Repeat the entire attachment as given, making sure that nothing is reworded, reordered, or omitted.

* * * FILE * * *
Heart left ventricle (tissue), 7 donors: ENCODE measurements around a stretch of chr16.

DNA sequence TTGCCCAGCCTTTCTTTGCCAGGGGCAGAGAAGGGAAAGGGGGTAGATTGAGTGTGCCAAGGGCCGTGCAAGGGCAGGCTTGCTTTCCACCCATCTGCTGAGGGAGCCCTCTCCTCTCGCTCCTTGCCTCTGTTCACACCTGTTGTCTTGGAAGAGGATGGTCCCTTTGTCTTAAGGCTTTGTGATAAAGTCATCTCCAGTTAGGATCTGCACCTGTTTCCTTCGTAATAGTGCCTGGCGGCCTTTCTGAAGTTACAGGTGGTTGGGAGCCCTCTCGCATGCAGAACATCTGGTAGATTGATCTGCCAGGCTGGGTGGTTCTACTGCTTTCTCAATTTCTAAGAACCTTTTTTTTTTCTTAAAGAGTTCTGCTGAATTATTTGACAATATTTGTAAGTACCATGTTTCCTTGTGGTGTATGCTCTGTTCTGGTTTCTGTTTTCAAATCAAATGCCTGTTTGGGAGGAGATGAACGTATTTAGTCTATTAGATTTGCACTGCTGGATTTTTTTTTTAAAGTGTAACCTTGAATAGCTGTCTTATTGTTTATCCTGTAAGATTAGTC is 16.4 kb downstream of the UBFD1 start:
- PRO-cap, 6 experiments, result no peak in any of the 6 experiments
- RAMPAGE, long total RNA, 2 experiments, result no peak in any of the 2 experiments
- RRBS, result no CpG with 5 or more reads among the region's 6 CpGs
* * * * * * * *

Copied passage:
Heart left ventricle (tissue), 7 donors: ENCODE measurements around a stretch of chr16.

DNA sequence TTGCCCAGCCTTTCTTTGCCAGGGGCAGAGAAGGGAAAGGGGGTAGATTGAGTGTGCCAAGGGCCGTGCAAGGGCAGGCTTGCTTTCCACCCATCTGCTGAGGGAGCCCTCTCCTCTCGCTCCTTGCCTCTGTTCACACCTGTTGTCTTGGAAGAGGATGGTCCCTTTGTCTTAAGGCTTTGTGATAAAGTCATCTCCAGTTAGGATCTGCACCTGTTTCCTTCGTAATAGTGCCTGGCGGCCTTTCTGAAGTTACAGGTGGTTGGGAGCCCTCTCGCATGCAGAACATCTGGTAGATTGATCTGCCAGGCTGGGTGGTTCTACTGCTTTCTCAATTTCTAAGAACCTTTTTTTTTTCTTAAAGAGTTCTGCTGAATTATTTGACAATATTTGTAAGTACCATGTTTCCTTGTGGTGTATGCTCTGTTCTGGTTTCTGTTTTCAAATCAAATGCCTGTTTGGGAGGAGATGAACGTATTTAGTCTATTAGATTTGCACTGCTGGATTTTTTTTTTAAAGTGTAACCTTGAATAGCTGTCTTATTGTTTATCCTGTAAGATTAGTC is 16.4 kb downstream of the UBFD1 start:
- PRO-cap, 6 experiments, result no peak in any of the 6 experiments
- RAMPAGE, long total RNA, 2 experiments, result no peak in any of the 2 experiments
- RRBS, result no CpG with 5 or more reads among the region's 6 CpGs